In order for the finding to be corrected, documentation that the owner has complied with the court order and HUD’s requirements and that the violation has been corrected is required.
Don’t Unfairly Single Out Children
Don’t write rules that bar children from doing things you really don’t want adults doing either. If the behavior would be undesirable in an adult, but your rule forbids only children from doing it, this suggests that your real purpose is just to make life difficult for families with children—which is familial status discrimination. To avoid giving this impression, avoid referring specifically to children whenever possible.
In one case, a court sided with two fathers, who accused a California site of discrimination based on familial status because of its policies governing children’s behavior in common areas. The rule, which was included in training materials distributed to all managers, established guidelines for on-site managers to respond to unsupervised children. If a manager found a “young child” of a resident unsupervised, the guidelines provided a series of responses, including talking to the parent or guardian, contacting social services or the police, and evicting the residents.
The court ruled that the site’s policy toward unsupervised young children inherently treated children differently than adults by limiting when they may use the common areas of the complex to times when they were supervised by an adult. The policy also treated the parents of young children differently by subjecting them to certain consequences if their children were found unsupervised. In contrast to households with children, adults-only households could use the entire premises without limitation and without the risk of receiving warnings or facing eviction for violating the adult supervision guidelines [Bischoff v. Brittain, April 2016].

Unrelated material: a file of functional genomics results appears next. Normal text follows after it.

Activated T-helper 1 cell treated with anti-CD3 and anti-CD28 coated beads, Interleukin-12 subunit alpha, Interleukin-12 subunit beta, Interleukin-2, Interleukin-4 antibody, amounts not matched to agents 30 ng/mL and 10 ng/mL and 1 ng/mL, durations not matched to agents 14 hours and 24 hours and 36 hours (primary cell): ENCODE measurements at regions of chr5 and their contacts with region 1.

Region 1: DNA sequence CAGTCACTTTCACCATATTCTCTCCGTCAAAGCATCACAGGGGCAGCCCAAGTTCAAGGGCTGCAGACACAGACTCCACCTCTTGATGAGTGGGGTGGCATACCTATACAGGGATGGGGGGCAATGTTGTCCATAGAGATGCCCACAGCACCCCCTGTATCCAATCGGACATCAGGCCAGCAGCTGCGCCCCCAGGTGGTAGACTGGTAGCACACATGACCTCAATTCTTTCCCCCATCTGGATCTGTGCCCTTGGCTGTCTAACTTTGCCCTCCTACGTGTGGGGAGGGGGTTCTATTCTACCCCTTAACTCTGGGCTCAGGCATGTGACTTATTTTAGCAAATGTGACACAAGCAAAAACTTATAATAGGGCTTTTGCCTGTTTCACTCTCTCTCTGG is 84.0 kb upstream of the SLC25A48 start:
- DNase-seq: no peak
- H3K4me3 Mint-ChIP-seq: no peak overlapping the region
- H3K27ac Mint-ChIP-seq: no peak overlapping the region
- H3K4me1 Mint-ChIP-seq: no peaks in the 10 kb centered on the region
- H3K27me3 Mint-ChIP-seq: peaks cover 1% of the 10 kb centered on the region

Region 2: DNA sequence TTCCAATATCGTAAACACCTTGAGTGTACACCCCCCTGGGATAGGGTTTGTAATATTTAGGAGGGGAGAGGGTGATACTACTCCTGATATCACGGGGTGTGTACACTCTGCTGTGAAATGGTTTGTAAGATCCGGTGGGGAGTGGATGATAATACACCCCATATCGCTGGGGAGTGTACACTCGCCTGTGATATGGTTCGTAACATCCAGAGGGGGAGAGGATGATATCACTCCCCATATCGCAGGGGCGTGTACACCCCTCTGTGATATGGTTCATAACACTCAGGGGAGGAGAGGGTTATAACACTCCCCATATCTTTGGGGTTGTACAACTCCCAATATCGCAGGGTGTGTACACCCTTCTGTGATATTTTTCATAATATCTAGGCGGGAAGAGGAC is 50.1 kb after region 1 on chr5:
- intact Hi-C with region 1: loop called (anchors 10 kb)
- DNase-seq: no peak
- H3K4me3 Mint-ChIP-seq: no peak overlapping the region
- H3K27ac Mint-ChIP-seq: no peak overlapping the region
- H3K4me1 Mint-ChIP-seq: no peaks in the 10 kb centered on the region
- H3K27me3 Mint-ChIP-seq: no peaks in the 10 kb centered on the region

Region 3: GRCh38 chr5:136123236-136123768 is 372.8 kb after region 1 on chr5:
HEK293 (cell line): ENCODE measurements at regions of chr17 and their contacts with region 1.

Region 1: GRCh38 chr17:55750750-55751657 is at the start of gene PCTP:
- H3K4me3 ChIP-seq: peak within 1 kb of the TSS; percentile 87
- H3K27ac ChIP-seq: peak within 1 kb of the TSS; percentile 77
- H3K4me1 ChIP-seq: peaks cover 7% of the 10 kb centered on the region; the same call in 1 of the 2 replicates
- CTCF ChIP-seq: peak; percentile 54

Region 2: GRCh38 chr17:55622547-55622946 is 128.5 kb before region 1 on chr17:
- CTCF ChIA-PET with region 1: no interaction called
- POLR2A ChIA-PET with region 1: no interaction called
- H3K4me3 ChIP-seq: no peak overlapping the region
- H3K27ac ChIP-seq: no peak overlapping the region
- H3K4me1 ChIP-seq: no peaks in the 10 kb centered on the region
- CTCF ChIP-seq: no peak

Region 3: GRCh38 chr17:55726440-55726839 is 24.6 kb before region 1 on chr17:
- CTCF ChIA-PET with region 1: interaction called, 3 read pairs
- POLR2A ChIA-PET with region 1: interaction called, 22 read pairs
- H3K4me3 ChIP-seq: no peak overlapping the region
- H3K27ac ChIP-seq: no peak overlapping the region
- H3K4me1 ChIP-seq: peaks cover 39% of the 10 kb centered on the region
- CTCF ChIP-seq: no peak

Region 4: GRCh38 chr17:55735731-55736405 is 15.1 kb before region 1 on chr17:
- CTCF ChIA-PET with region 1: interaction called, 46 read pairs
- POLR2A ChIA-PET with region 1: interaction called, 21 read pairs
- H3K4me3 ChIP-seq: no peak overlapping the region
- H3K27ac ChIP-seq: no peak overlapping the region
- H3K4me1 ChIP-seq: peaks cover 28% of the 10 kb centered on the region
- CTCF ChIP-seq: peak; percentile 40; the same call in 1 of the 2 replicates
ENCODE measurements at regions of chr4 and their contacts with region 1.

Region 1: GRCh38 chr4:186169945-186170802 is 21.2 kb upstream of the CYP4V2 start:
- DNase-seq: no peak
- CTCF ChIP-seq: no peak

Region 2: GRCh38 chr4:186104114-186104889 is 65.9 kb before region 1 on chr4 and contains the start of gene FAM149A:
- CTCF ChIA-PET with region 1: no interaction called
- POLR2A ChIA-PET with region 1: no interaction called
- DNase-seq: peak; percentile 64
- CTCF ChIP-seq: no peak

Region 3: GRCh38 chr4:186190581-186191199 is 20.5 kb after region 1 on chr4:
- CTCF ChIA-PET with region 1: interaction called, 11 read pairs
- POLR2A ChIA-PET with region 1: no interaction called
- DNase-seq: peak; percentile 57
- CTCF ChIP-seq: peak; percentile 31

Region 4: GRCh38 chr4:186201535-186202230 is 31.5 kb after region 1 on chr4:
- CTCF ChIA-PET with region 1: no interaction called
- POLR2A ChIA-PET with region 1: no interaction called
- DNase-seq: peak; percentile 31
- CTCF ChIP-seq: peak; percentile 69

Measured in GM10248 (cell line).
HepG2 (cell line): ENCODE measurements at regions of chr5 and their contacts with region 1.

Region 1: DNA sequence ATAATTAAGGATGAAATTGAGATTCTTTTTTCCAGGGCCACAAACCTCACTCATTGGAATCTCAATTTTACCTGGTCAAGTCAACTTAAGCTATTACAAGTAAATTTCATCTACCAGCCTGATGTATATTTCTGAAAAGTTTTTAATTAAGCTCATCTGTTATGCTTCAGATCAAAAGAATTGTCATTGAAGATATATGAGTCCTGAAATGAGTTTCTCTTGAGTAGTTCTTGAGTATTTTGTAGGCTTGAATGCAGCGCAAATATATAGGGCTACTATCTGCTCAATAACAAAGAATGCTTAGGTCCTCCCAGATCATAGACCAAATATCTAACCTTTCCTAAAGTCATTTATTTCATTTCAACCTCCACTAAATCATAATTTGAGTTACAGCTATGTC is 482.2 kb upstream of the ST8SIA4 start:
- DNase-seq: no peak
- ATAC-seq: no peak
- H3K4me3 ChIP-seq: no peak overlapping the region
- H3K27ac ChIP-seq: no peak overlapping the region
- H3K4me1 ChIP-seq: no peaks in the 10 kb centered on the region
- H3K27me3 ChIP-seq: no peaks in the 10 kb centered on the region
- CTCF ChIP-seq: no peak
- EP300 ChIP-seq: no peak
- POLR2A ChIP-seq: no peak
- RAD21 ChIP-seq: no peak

Single Out Children If Their Health and Safety Are at Stake
If a particular situation or feature at your site presents a danger to children, set rules to protect them. Many courts have upheld rules aimed at protecting children or ensuring that they’re properly supervised in situations of special danger to them. In one case, a housing provider had a facially discriminatory gym use rule that survived the plaintiff’s motion for a preliminary injunction. The rule stated, “Children under 16 are prohibited from using gym equipment at any time and may not be present in the gym unless accompanied by an adult.” In this case, the court found that the defendant’s safety justification for not allowing children under age 16 to use gym equipment was sufficient [Landesman v. Keys Condo. Assn, October 2004].